Review of SRAM Force 22 Group Set Components

Sram Force 22 Review:

Force is right below Sram’s top-end Red group set. Any Sram branded 22 is their 11-speed version. Currently they have Sram Red, Force, and Rival in 11-speed compatibility.

Performance: shifting compared to the old 10-speed force is a lot faster and way more crisp. The shift levers take less power and action to get it up or down the gears with the double tap levers. The ergonomics and shape of levers have changed as well. The levers are a little bit longer, so it will throw your hands out a little bit farther.

Check Fixed Gear or Single Speed Chainline

When getting a new freewheel or changing some aspect of the drivetrain on your single speed or fixed gear, it is important to check the chain line on the bike to ensure straightness.

Start by removing the chain on your bike. It’s not necessary to completely remove it, but you will want it off of the cog and the chainring. Once the chain is off grab a straight edge of some kind. In the video, a large caliper is used. Lay this flat against the chain ring, making sure not to accidentally lay it on the chainring bolts.

Remove 'Cotter Pin' Cranks from a Vintage Bike


This video will show you how to remove ‘cotter pin’ cranks.

Cotter pin cranks are generally older cranks and are found on older bikes.

The seat clamp in the video is used to hold the crank stationary while hammering occurs. The chainring side of the crank will always be a bit more difficult to remove on cotter pin cranks because the chain rings get in the way. This can be solved by using a long piece of metal that extends past the chainring to hammer on or just be persistent.

Essentials to Carry When Out On a Ride

Whole Bike

This video is about all the bike riding essentials you need to carry with you when you go out riding. A lot of riders don’t normally think of these things when buying a bike, but they can be essential from preventing you from getting stranded while out on a ride.

Here are some essentials:

Tube- you should always have at least one on you at all times. The size will be determined by the size of the tires you are running on your bike.

Install An External Cup Headset Without A Press

How to install an external cup bike headset without a press:

To do this project at home you will need bike grease, a piece of wood or something similar, and a hammer. The reason for using a piece of wood is because it’s not going to damage your headset or your frame.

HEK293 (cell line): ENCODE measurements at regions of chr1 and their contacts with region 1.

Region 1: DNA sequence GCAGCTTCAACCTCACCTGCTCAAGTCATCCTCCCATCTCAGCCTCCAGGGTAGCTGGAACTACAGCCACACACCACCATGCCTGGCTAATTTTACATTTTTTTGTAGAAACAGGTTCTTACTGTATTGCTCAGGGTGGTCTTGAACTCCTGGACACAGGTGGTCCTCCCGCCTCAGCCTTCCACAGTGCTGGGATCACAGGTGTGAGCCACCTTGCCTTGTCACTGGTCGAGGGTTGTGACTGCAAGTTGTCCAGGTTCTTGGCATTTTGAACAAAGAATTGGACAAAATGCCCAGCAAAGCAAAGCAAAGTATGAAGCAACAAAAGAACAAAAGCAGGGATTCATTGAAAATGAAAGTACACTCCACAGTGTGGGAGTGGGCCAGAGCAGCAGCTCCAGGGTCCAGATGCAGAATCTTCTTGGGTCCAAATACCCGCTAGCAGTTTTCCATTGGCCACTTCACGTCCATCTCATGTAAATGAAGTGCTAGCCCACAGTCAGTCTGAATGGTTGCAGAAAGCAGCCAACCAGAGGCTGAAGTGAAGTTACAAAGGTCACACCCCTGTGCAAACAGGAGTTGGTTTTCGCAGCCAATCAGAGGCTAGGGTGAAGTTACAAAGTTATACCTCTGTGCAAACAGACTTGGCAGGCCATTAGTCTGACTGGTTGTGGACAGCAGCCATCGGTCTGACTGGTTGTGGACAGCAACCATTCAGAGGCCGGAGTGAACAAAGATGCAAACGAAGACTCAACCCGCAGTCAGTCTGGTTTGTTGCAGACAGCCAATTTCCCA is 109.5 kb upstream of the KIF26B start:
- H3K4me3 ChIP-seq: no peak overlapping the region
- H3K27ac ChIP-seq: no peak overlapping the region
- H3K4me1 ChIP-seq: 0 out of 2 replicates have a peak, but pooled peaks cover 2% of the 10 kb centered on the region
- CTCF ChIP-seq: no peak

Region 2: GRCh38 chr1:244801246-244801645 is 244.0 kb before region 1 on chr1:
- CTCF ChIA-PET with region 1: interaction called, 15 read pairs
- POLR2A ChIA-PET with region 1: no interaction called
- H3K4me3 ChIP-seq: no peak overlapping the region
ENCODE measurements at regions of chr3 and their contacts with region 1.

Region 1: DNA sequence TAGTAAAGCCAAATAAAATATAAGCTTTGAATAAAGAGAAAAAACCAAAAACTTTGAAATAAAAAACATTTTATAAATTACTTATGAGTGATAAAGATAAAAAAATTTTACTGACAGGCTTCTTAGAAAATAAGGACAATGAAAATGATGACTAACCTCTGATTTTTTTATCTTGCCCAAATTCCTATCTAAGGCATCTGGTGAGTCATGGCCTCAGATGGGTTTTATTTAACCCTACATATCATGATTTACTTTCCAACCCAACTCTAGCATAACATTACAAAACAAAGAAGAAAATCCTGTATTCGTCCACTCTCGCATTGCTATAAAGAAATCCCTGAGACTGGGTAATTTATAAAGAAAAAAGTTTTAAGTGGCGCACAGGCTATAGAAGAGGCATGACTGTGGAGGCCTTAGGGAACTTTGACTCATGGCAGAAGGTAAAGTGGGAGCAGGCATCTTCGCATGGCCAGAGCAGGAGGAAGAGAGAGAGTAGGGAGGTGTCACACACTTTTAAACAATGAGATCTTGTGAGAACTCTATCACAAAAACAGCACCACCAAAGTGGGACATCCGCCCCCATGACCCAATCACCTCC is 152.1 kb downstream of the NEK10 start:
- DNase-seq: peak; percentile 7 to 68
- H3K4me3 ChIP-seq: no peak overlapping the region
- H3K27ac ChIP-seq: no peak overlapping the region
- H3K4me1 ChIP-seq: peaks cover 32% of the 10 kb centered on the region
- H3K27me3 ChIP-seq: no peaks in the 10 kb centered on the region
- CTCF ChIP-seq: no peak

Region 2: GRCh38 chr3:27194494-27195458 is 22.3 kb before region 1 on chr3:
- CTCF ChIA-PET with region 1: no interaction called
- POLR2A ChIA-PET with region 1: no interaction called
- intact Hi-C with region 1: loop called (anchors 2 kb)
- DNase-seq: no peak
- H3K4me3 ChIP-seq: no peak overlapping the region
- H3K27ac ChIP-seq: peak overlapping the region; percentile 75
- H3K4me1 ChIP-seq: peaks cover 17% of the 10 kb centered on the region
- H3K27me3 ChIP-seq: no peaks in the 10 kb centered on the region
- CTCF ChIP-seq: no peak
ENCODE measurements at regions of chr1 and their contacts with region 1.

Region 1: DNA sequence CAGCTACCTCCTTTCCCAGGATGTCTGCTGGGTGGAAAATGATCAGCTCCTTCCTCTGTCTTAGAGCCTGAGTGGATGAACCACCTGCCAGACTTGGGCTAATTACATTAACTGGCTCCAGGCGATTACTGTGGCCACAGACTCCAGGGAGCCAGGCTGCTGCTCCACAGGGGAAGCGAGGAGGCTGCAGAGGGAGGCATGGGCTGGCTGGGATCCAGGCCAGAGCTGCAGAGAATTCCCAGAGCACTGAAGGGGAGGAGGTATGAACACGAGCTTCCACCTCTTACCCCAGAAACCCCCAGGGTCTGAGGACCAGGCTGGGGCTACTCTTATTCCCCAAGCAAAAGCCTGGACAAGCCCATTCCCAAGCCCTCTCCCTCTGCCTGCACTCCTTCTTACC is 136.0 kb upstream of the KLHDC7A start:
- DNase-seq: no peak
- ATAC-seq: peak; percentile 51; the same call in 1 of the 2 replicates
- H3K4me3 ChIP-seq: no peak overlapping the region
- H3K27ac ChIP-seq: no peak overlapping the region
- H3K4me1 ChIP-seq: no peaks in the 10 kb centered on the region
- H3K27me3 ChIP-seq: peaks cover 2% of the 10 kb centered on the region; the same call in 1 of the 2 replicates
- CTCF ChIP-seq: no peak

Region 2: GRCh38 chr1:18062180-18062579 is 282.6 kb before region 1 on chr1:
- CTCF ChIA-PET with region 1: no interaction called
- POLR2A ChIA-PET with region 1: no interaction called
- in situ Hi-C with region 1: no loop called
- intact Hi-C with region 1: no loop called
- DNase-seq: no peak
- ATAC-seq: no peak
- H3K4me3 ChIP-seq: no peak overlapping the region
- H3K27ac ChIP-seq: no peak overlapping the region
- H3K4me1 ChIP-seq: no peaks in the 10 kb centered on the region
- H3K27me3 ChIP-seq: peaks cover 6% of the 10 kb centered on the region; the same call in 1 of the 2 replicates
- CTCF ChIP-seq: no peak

Ideally you would take this to a bike shop, but if you do choose to do it at home, be extra careful because you can damage your headset and possibly even your frame.

How to Rotafix (tighten/loosen) a Fixed Gear Cog without Chain Whip

How to Rotafix:

Rotafix is a technique for tightening or loosening a cog without a chain whip.

Why Roafix? Because standard chain whips do not fit 1/8” cogs, and you get the mechanical advantage of the entire wheel for tightening.

When performing a rotafix, wrap a rag around the bottom bracket shell to protect the paint on your frame from being damaged by the chain.

Steps for Removing an Adjustable Bottom Bracket

Remove an adjustable bottom bracket:

start by first removing the cranks. A lockring on the outside of the left hand side cup is an indication that the cup and cone bottom bracket is serviceable. Turn this counter clockwise to unlock the cup. This is easiest with a lockring spanner that fits the notches on the ring exactly. You can also use a universal tool with one tooth or tap it around with a hammer and an old screwdriver. Remove the lockring.

How to Put Decals on a Bike Frame


How to apply decals only your bike:

For this you will need the decals, wax and grease remover, rag, and painter’s tape to prevent you from damaging the paint on your bike or ripping any off.

It is important to take your time with this. Since you are doing it yourself, take your time making sure the decals are aligned properly on the bike. Start by prepping your surface. Spray down the area where you will be applying the decal first with the grease remover and wipe it down with a clean rag or towel. Using a microfiber rag is ideal because it doesn’t leave any lint behind.

DIY How to Make a Bike Seat Lock

chain tool

This is a DIY video on how to make a saddle chain lock.

This will help prevent anyone from taking your seat when your bike is locked up, and it is easy to make with a couple of spare parts.

All you need is an old chain, a popped tube, electrical tape, and a chain tool.

First thing you want to do is set your saddle height properly. Next, take your spare chain and run it through your saddle rails and the seat stay of your frame.


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